IPSec to Help Unravel VPNs
Companies that adopt new Internet technologies often make a choice in favor of new tools over interoperability. In many cases these organizations accept some measure of proprietary lock-in over standards-based but technologically deficient services. For some, the immediate return on investment or added competitive edge outweighs the advantages of waiting for standards-based technologies. For many of these companies, Virtual Private Networks are just such a technology.
Virtual Private Networks (VPNs) make it possible to link remote branch offices, telecommuters, and corporate partners to an enterprise network. A remote user can take advantage of all the services offered to users at a company’s headquarters. Rather than using expensive end-to-end leased lines or paying tolls on dial-up lines, enterprises can take advantage of the public Internet as a transport. A well-designed relationship with an Internet Service Provider will always be cheaper than building your own modem pool or paying long distance charges for mobile users. Those savings are attractive, but VPNs continue to be dogged by interoperability headaches. One of the biggest of those headaches is also one of the most important: security.
The key technology for making a VPN secure is called Internet Protocol Security (IPSec). IPSec is a standards-based approach to ensuring that communications channels over the Internet can be authenticated and, where necessary, encrypted. It took a long time for the Internet Engineering Task Force (IETF) to standardize IPSec. As a result, IPSec-based products -- in particular IPSec-based VPNs -- are only beginning to emerge. Despite the delay, the standard ensures that almost any correctly configured client can create a secure connection to the enterprise network.
Getting that client configured is the problem. VPNs using IPSec are built by defining the endpoints, or subnets, on either side of the VPN tunnel and establishing encryption and authentication parameters on either end. Each end also needs to establish a shared secret to start the encryption negotiation. If any of these parameters is missing or not matched, the tunnel doesn’t get built. Unfortunately, in the remote location there’s usually no IT staff to assist with the process, and the end user is unlikely to be familiar or comfortable with the intricacies of setting up a VPN connection.
As a result, deployment of IPSec VPNs becomes a problem. If deployment cannot be simplified, many corporations will return to traditional dial access strategies, incurring costs or performance penalties that could have been avoided by VPNs. To address the deployment problem many telecommunications providers provide turnkey solutions that build VPNs using proprietary, but easy to deploy, technology.
For Windows NT and Windows 98 users, the VPN strategy has always been the Point to Point Tunneling Protocol. PPTP’s main virtue is its ease of setup, but another advantage that is sometimes overlooked is that it comes with every Windows based client. As a result there’s no software distribution headaches. The main problem with PPTP, as it stands today, is that it is fundamentally a Microsoft solution. Add in some Macintosh or Unix-based clients and the PPTP VPN gets harder to deploy.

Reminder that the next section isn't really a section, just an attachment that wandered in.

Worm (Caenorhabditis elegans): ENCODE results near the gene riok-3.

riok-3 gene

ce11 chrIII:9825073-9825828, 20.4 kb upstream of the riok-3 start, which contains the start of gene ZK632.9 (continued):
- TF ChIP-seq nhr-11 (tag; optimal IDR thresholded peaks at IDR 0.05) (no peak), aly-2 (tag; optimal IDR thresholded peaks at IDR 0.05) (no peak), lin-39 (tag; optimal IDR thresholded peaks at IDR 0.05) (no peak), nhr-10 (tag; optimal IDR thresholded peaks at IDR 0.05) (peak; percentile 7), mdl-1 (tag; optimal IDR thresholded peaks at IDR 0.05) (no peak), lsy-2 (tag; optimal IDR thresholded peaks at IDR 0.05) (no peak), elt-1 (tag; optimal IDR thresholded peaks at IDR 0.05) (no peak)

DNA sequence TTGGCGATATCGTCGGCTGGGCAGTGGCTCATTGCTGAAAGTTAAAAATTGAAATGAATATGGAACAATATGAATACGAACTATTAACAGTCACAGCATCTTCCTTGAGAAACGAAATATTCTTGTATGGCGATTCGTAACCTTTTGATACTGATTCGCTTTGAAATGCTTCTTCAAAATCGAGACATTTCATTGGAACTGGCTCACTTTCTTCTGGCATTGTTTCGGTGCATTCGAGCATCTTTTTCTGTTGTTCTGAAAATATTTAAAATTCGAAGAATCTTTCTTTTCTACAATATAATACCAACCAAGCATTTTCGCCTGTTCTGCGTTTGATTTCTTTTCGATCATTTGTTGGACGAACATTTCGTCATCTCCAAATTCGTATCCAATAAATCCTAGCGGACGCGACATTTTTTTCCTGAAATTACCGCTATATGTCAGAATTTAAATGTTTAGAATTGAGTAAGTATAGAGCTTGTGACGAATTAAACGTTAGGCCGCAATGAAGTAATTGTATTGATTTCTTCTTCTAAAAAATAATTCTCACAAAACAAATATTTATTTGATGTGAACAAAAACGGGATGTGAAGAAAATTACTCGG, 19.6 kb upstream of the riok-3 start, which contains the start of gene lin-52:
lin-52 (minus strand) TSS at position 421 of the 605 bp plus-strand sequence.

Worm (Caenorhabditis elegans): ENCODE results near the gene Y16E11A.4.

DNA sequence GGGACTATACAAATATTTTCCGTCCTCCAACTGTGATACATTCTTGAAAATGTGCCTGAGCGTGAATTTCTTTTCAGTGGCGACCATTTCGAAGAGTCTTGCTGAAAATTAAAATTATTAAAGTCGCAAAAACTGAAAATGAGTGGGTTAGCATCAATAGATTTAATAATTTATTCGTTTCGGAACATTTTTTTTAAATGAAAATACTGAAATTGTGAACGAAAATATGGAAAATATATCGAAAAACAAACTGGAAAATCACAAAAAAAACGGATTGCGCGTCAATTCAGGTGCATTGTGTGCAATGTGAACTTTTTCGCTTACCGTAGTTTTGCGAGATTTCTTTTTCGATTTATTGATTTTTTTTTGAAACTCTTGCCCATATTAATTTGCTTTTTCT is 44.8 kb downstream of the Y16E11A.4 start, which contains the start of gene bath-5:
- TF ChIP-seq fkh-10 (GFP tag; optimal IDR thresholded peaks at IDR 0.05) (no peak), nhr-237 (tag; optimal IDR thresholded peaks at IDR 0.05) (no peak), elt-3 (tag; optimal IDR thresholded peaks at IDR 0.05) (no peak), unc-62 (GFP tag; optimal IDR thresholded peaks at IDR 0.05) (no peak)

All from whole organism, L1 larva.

In today’s multiplatform environment we shouldn’t have to care who makes the routers, workstations and modems at either end of the VPN connection.
That’s why IPSec-based VPNs are so important. Organizations that outsource the provisioning of VPNs should look carefully at their vendor to make sure they are committed to using IPSec. For example, AT&T uses IPSec for the tunnels they build for their customers. Bell Atlantic plans to support IPSec in the second quarter, and MCI WorldCom is planning to use IPSec in the late summer.
The emergence of IPSec-based VPNs as a force is being demonstrated by the acts of key networking equipment vendors, such as Cisco Systems, Northern Telecom and Ascend Communications. These companies are building this underlying security technology into basic networking products. Cisco, for example, is bringing to market hardware-based encryption add-ons for nearly every router in its product line. Ascend Communications -- purchased earlier this year by Lucent Technologies -- is building secure and interoperable VPN services into their entire product line.
Early deployment of IPSec VPNs highlighted some of the problems with the specification. In particular, there continues to be no standard for firewall interoperability or resolving address conflicts between remote and local ends of the VPN tunnel. But, the VPN vendor community and the IETF are working on extensions to help fill these holes in the IPSec standard.
This cooperation means we will soon see interoperable security for the IT organization considering VPN deployment. The economic advantages, combined with robust security, will finally make it possible to deploy VPNs with confidence. --Mark McFadden is a consultant and is communications director for the Commercial Internet eXchange (Washington). Contact him at firstname.lastname@example.org.